Argus - Fotolia
SAP Q3 earnings tumble in wake of pandemic economic woes
SAP's stock value sank as third-quarter earnings disappointed investors, but analysts believe the short-term pain does not reflect SAP's long-term prospects as it more fully commits to the cloud.
SAP earnings took a major hit in its third quarter of 2020, resulting in a significant drop in the company's stock value.
The news shook investors, but the long-term prospects for SAP appear to be fundamentally strong as it emphasized its commitment to transitioning to the cloud.
SAP reported earnings of €6.535 billion for Q3 2020, a 4% drop from the same period in 2019. Investors were not pleased with the results, and the company's share price fell about 20% on Monday, or around €28 billion in market value.
On the bright side, SAP reported that cloud revenue increased by 11% and that SAP S/4HANA momentum continues. SAP added 500 more S/4HANA customers in Q3 2020, for a total of 15,100 customers. The company reported that about 8,100 of these deployments are currently live.
SAP's future strategy centers primarily on becoming a cloud-first company. The focus is largely driven by the ongoing COVID-19 pandemic and how businesses need to respond to those challenges, said SAP CEO Christian Klein in an Oct. 26 earnings call. However, Klein did not provide specific details on how SAP planned to execute the cloud strategy.
"Our updated strategy is in response to the fundamental changes in the market caught on by the COVID-19 pandemic," Klein said. "COVID-19 is an inflection point for our customers. Many enterprises have real issues to produce, sell and deliver a product in times of country lockdowns and people working from home."
To do this, SAP needs to establish itself as "a leading cloud platform company," Klein said.
"We have always been the leading on-premises application platform, and thousands of partners and customers have built applications and extensions on SAP for almost 50 years," he said. "Our intention is to repeat that for the cloud, to position SAP as the leading cloud platform, to transform and change the way enterprises work in the digital age."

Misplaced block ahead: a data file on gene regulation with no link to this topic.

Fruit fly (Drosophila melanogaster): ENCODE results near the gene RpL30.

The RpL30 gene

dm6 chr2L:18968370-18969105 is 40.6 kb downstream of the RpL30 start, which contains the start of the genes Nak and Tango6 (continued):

Concur losses understandable
The financial results were concerning for SAP, but not as dire when the results were broken out more fully, said analyst Andrew Bartels, vice president at Forrester Research.
"License revenues were down, which was a disappointment, but maintenance revenues held up fairly well," Bartels said. "If you dig deeper, one of the negatives on their cloud revenue was that Concur was down significantly, which is not surprising because Concur's revenues are directly linked to [travel and expense] spending, which is in the toilet."
Joshua GreenbaumPrincipal, Enterprise Applications Consulting
Revenues from SAP's other "intelligent spend" cloud business -- including the SAP Ariba Network, a B2B commerce and procurement platform, and SAP Fieldglass, a contingent workforce management platform -- held up fairly well, Bartels said.
While the SAP earnings drop and stock devaluation was significant, it wasn't a huge surprise, said analyst Joshua Greenbaum, principal at Enterprise Applications Consulting.
"We've been waiting for the shoe to drop, and it finally did," Greenbaum said. "This is indicative of the ADHD nature of the markets, which is unfortunate because it diverts from the real issue which is, how an enterprise software company delivers value to its customers, not how it delivers quarterly results to its investors."
SAP's issues in becoming a cloud-first company are much more complex than those faced by its cloud-native competitors, he explained.